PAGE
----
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Daytona 500 Postponement Allows Ryan Blaney Extra Recovery After Hard Duel Crash

On Saturday, Ryan Blaney said he is experiencing some discomfort with his back and neck muscles following a severe head-on impact in Thursday's Duel qualifier. With the postponement of the Daytona 500, Blaney has extra time to recover before the race.


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Defending NASCAR Cup Series champion Ryan Blaney is one of the best superspeedway racers in the sport today. That isn't up for debate as he has four wins combined at Daytona International Speedway and Talladega Superspeedway. But heading into Monday's postponed race, the Team Penske driver has yet to taste the spoils of victory in the sport's biggest crown jewel event -- the Daytona 500.

He hopes to change that, but he'll have to overcome some adversity if he expects to hoist the Harley J. Earl trophy on Monday.

Blaney lost his primary No. 12 Ford Mustang Dark Horse in a hard crash in Thursday's Bluegreen Vacations Duel Qualifier. Blaney's crash was triggered by a chain reaction bump draft gone wrong from Brad Keselowski onto Kyle Busch. That contact sent Busch into William Byron, which sent Byron shooting into the right rear of Blaney's car.

In an instant, Blaney's car turned into a streaking yellow blur, which careened head-on into the outside wall. It was an unreal impact, and Blaney said on Saturday that his collision into the wall registered 55 gs, according to a special data-acquisition mouthpiece monitored by Wake Forest that the driver was wearing.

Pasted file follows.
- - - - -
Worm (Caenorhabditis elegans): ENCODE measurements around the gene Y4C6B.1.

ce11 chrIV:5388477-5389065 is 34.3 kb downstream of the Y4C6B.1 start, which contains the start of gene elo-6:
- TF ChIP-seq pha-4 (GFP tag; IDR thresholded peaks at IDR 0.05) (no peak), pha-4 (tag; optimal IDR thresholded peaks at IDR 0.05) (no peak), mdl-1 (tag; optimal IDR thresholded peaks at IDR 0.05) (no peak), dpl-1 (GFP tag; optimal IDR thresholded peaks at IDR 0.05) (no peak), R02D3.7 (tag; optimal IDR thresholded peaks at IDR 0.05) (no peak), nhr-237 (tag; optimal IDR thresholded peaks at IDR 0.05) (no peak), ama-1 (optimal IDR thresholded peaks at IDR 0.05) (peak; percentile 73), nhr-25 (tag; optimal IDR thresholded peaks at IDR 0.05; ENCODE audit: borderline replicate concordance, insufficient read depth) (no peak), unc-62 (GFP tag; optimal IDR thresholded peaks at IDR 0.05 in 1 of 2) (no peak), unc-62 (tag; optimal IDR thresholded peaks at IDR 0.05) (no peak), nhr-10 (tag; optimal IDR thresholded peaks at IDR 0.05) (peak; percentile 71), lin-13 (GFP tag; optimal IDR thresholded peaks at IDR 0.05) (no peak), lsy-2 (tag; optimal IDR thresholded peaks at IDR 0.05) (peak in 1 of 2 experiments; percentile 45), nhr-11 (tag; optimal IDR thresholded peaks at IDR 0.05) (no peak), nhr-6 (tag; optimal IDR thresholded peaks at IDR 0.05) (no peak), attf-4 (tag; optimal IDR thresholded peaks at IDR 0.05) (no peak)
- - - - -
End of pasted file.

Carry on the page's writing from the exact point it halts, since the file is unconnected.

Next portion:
Fortunately, Blaney was able to walk away fom the visually stunning accident, but he has been dealing with soreness in his neck, back, and shoulder area since the crash.

“I’m sore, that’s for sure. I’m probably more sore today than yesterday," Blaney said during a media availability on Saturday. "I feel like the second day is always the day of more soreness – the neck area, all down the back, just muscles getting strained. That’s kind of the biggest thing. Everything else felt fine, just all of your muscles down your shoulders and stuff gets pulled in weird areas that you’re not used to, so that’s the most sore today. I’ve been trying to be ginger with it."

While Blaney's status for the The Great American Race was never in question, the postponement of the Daytona 500 to Monday will give the racer an extra day of recovery before battling it out on the high banks.

"If I get another buffer day, if we run Monday, I’ll be even better," Blaney explained. "Just a little sore, but that stuff will pass.”

In addition to the extra day of recovery, Blaney says that he has been working with a Physical Therapist, which is part of the Team Penske organization, to help him get as prepared as possible for running 500 miles on Monday.

Superspeedway racing requires drivers to have a daredevil-like mindset if they hope to be successful. It's a very high-risk, high-reward style of racing.

Fresh off of a massive hit on Thursday, and another massive 70 g hit at Daytona last August, Blaney reassured that he will not have the possibility of another hard hit weighing on his mind. He'll be ready to mix it up in Monday's 500-mile event.